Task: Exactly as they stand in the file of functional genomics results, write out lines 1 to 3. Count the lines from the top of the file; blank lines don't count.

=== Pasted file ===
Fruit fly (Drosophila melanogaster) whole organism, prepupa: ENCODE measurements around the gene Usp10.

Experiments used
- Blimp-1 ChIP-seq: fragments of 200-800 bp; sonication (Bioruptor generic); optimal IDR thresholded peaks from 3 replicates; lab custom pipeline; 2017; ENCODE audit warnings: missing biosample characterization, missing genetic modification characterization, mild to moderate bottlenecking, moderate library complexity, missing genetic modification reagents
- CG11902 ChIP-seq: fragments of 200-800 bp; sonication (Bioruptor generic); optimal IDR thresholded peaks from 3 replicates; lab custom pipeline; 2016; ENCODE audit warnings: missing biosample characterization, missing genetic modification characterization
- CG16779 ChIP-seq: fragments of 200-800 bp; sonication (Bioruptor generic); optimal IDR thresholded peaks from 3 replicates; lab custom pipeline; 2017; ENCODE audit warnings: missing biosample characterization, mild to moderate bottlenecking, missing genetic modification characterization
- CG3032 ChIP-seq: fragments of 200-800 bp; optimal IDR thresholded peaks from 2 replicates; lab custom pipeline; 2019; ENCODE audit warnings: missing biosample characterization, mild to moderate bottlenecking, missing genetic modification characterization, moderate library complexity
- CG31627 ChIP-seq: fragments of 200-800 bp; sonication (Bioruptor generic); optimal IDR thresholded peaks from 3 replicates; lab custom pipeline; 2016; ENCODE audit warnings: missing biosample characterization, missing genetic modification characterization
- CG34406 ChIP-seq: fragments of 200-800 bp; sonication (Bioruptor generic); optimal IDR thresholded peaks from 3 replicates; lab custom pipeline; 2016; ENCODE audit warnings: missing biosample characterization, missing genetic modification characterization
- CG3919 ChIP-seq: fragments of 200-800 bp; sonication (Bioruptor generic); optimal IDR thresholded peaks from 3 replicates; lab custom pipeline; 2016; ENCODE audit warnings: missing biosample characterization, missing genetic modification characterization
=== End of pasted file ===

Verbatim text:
Fruit fly (Drosophila melanogaster) whole organism, prepupa: ENCODE measurements around the gene Usp10.

Experiments used
- Blimp-1 ChIP-seq: fragments of 200-800 bp; sonication (Bioruptor generic); optimal IDR thresholded peaks from 3 replicates; lab custom pipeline; 2017; ENCODE audit warnings: missing biosample characterization, missing genetic modification characterization, mild to moderate bottlenecking, moderate library complexity, missing genetic modification reagents